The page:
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Naps are sleep periods shorter than the classic night’s slumber. They can occur at any time of day (and throughout your life) when you feel you need to recharge your batteries. They are an ideal way to power through the day. They provide a quick recharge and refresh your mind so you can focus on what’s important. Napping has always been a favorite pastime but new research shows that it could improve brain power… Did you know that the average person spends over 2 years of their life napping? Although it may sound like a colossal waste, there are also scientific benefits to be found. Here are 10:

Reduced Fatigue

Fatigue is one of the most common side effects of sleep deprivation. In fact, studies have shown that it can affect attention, memory, and reaction time. While stimulants such as caffeine are usually effective at keeping you alert and enhancing your performance, such ingredients do not tackle the actual source of fatigue – insufficient sleep. On the other hand, strategic naps can be really effective with respect to maintaining performance while also reducing the individual’s sleep debt. Fatigue can bring both health and safety concerns, and strategic naps have been shown to reduce subjective feelings of fatigue and improve performance and alertness.

Improved Focus

Napping can also be effective at improving focus, which is why many students use it as a study technique. While stimulants such as caffeine can increase your ability to focus on tasks that require attention, they do not provide any lasting benefits beyond the initial effects. On the other hand, naps can help you stay alert for longer periods of time without feeling tired or exhausted.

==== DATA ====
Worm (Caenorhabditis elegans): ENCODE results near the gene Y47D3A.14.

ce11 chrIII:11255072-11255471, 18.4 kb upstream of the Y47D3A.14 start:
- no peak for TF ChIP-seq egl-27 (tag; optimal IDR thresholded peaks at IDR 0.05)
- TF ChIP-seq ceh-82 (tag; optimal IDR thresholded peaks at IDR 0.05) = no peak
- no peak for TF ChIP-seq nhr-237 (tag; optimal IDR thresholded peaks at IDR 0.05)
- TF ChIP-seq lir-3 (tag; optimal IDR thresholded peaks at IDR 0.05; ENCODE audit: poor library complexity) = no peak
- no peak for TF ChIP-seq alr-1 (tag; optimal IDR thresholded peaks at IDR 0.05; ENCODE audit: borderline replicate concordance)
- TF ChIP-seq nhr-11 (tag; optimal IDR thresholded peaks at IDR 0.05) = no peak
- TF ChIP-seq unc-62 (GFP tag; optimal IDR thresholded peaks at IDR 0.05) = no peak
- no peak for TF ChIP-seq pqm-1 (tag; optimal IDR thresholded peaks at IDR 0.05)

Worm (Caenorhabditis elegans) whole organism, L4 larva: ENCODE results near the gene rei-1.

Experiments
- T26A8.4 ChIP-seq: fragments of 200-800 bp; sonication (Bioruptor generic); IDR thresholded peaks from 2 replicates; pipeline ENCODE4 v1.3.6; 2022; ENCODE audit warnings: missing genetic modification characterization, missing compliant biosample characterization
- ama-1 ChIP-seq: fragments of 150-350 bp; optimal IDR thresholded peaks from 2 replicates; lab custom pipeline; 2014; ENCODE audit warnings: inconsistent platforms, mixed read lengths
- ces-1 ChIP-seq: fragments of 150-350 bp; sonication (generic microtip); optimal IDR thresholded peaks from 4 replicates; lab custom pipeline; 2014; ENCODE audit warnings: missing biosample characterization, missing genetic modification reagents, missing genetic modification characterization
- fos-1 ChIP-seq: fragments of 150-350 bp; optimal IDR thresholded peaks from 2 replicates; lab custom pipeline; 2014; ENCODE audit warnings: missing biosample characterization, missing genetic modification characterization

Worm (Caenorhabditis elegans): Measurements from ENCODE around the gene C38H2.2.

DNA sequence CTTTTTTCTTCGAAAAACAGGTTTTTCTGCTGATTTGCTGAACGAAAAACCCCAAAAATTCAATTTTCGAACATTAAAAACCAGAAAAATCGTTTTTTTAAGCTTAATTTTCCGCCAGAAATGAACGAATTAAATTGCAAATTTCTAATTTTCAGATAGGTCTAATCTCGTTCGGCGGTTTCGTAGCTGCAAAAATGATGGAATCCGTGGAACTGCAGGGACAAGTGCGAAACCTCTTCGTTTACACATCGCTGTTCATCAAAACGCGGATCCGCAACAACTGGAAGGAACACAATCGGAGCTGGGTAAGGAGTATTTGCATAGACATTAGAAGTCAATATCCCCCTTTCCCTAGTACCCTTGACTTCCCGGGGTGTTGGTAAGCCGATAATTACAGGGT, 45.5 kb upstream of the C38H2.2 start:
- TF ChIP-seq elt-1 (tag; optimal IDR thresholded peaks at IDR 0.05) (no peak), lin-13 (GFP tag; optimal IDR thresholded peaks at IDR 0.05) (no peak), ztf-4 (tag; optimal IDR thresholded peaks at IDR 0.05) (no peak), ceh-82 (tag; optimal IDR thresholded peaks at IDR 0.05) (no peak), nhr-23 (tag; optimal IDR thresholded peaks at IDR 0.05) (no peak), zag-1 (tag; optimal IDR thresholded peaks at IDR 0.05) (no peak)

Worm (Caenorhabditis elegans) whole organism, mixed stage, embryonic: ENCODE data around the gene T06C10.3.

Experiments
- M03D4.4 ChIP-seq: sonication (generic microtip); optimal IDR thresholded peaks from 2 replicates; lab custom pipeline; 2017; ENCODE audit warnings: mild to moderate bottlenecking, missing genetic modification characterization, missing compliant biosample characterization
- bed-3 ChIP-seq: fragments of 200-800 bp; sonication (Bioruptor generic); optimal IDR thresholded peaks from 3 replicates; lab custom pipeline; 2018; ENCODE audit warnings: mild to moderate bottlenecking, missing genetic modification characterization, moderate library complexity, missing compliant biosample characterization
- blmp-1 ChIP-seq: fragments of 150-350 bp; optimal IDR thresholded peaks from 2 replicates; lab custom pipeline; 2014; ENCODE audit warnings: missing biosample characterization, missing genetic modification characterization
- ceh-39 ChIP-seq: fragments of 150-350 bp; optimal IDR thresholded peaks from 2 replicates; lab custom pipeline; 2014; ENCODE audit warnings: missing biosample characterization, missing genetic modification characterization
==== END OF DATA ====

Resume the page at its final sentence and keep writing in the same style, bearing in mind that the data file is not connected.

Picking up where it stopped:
It’s also important to note that napping isn’t just good for studying; it can be helpful in many other areas of life. If you’re having trouble focusing at work or home, try taking a short nap right before your shift begins or when things get too stressful at home. You’ll likely see an improvement in both your mood and productivity!

Improved Waking Performance

Many studies have provided good evidence that daytime napping has considerable benefits for waking performance. Moreover, naps are beneficial when it comes to total sleep deprivation (e.g., in nightshift workers) as well as partial sleep deprivation. Even for non-sleep-deprived groups, napping is also shown to be associated with better behavioral performance. 

If you’ve ever been in a situation where you need to be awake for a long time and you’re just not feeling it, then you know how important sleep is to your mental and physical health. The good news is that researchers have found that napping can help! And not just any old nap will do—the type of nap matters too.

In a recent study, researchers found that the best naps are those that occur during the day, rather than at night. Daytime naps have been shown to improve waking performance more than nighttime naps have. This could be because daytime naps are more likely to occur when we’re already sleep-deprived, and so they don’t provide as much benefit as a full night’s sleep would.

Boosted Memory

Naps are one of the best ways to improve your memory, according to science. In a study published in the Journal of Sleep Research, researchers found that napping helped to improve declarative memory and procedural memory. Declarative memory is the kind of information you can consciously recall—like your address or the name of your best friend. Procedural memory is what helps you perform actions—like driving or playing chess.

Napping also benefits long-term memory formation and those benefits are more significant in people who endorse napping at least once a week compared with people who rarely or never nap. Researchers suspect that this is because when you’re in deep sleep during your nap, your brain is able to consolidate memories into long-term storage.

Better Cognitive Performance

When it comes to naps, the benefits are almost immediate (lasting up to three hours) and they’re pretty sweet: naps can improve cognitive performance, reduce stress levels, and even help people perform better on memory tests. It’s all thanks to sleep inertia: that state of drowsiness after waking up from a nap where you feel like your mind is still foggy and slow.

But if you don’t want to deal with sleep inertia? Then make sure not to nap for too long! Longer periods of sleep deprivation are linked with longer periods of impairment from sleep inertia than shorter periods of deprivation (and those longer periods will feel worse).